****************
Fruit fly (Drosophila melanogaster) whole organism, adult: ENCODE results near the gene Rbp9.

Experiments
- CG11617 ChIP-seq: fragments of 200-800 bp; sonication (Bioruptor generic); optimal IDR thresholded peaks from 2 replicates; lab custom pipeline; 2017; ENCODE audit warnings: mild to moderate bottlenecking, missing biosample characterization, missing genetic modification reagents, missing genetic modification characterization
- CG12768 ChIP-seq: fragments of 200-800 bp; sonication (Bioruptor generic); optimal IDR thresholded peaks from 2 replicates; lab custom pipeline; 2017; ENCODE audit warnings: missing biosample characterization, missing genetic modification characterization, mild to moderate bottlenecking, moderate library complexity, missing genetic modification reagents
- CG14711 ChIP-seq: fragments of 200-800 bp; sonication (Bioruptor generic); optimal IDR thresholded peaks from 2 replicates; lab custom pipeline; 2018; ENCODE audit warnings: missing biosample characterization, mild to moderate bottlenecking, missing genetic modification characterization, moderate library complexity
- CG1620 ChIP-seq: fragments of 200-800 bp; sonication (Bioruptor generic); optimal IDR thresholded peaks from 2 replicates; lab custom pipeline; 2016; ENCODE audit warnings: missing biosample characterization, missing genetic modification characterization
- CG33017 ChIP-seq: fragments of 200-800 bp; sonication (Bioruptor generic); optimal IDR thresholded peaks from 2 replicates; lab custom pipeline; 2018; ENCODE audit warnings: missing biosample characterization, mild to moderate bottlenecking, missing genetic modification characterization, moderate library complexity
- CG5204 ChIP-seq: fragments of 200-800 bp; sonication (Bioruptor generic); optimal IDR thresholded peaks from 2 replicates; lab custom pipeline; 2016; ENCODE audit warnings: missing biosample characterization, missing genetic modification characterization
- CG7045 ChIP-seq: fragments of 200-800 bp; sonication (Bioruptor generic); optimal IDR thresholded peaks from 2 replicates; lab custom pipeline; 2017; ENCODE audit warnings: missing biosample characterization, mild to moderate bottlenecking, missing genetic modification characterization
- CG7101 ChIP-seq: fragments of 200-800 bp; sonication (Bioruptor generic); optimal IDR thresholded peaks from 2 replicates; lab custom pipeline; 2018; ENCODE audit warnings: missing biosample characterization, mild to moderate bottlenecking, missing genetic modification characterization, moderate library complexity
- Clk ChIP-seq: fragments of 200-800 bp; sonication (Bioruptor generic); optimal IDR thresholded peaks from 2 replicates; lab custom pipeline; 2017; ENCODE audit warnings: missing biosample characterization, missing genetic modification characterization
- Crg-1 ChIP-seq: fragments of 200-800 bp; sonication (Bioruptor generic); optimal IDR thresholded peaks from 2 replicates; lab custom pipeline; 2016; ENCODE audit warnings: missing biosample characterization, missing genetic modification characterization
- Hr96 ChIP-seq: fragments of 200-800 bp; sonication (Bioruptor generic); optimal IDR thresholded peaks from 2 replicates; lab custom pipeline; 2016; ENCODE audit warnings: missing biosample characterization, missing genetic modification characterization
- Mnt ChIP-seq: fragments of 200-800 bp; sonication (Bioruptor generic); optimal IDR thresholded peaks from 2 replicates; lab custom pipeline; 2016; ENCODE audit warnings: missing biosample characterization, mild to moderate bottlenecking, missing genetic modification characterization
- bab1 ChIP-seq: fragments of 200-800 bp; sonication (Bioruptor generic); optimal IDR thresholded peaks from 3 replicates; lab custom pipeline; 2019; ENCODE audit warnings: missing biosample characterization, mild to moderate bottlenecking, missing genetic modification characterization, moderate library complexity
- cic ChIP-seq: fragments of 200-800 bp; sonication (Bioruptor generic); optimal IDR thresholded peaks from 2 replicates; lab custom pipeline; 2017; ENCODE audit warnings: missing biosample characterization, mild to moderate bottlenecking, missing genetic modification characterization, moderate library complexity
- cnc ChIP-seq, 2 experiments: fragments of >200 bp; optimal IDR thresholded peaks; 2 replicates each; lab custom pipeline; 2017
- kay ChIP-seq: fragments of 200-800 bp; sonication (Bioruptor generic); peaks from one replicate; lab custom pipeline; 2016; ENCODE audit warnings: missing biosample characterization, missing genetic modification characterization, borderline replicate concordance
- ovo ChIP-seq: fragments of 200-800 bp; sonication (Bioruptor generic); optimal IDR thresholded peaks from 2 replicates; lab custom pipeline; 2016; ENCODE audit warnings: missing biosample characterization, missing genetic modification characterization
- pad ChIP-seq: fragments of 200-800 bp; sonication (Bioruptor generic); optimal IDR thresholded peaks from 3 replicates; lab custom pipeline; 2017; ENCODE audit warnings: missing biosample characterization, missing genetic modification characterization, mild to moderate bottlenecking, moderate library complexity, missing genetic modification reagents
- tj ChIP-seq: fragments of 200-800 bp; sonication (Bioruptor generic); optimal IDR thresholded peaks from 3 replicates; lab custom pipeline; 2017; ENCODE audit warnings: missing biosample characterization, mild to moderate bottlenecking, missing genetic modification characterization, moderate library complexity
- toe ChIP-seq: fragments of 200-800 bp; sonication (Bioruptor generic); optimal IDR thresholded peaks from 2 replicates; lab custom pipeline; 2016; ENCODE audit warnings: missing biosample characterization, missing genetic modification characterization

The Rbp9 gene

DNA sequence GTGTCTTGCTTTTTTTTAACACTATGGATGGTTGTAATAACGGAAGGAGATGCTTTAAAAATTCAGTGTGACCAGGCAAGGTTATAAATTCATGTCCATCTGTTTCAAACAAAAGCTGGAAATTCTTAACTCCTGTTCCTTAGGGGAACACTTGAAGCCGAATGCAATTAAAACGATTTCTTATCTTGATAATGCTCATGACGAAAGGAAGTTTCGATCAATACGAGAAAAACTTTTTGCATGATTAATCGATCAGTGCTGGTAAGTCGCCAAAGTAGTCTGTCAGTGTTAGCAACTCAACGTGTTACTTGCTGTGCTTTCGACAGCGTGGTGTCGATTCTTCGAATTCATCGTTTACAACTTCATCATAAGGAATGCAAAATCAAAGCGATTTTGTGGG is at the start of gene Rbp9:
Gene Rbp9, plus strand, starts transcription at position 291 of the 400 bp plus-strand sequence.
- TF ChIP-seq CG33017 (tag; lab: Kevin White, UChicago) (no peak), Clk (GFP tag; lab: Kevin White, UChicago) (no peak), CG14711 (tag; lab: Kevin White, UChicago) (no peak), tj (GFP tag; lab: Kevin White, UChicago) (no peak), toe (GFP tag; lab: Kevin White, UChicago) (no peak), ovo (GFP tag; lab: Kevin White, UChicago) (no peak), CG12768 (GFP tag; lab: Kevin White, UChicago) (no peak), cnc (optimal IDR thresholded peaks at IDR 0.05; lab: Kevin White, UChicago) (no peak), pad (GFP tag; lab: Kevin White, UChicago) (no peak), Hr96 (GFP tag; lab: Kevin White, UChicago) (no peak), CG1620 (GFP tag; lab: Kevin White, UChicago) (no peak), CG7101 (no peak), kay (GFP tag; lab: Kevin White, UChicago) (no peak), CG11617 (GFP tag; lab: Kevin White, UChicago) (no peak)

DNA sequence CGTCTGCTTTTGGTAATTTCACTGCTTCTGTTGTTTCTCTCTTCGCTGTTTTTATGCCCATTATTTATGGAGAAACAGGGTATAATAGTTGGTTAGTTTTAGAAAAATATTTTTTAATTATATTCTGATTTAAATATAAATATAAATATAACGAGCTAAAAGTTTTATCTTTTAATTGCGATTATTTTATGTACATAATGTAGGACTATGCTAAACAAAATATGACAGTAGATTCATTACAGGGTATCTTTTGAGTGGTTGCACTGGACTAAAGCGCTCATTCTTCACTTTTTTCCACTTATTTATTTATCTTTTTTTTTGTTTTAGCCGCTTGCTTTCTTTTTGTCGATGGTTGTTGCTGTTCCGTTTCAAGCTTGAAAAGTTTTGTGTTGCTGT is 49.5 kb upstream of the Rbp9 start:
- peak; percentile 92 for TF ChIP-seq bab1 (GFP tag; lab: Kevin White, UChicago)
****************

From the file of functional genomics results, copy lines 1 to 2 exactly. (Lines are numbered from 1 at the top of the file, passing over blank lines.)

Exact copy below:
Fruit fly (Drosophila melanogaster) whole organism, adult: ENCODE results near the gene Rbp9.

Experiments